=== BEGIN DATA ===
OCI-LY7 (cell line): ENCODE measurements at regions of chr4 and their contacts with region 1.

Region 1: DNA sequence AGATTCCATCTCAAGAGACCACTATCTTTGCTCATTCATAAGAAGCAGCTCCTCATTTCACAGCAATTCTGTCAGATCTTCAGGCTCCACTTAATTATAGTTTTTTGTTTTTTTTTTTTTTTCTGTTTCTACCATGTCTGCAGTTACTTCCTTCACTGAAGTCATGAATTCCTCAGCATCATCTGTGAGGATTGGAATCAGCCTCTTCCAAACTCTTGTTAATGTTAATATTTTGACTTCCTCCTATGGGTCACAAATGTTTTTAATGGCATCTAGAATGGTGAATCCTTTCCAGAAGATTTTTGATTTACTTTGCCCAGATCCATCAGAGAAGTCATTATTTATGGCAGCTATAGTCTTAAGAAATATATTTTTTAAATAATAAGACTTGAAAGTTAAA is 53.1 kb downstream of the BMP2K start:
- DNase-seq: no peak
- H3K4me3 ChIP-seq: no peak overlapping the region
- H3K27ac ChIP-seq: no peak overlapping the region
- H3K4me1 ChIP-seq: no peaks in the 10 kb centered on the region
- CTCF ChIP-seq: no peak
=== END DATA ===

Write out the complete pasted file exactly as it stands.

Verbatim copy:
OCI-LY7 (cell line): ENCODE measurements at regions of chr4 and their contacts with region 1.

Region 1: DNA sequence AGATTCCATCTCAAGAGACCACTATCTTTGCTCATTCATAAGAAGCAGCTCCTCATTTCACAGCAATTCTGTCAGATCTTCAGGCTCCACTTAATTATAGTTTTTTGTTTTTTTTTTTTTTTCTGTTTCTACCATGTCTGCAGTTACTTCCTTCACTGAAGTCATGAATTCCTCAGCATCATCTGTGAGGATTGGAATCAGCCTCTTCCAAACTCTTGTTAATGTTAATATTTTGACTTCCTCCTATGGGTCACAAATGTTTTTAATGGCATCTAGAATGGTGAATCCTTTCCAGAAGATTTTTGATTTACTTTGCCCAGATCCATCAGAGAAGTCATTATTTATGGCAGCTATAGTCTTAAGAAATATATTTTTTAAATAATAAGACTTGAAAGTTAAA is 53.1 kb downstream of the BMP2K start:
- DNase-seq: no peak
- H3K4me3 ChIP-seq: no peak overlapping the region
- H3K27ac ChIP-seq: no peak overlapping the region
- H3K4me1 ChIP-seq: no peaks in the 10 kb centered on the region
- CTCF ChIP-seq: no peak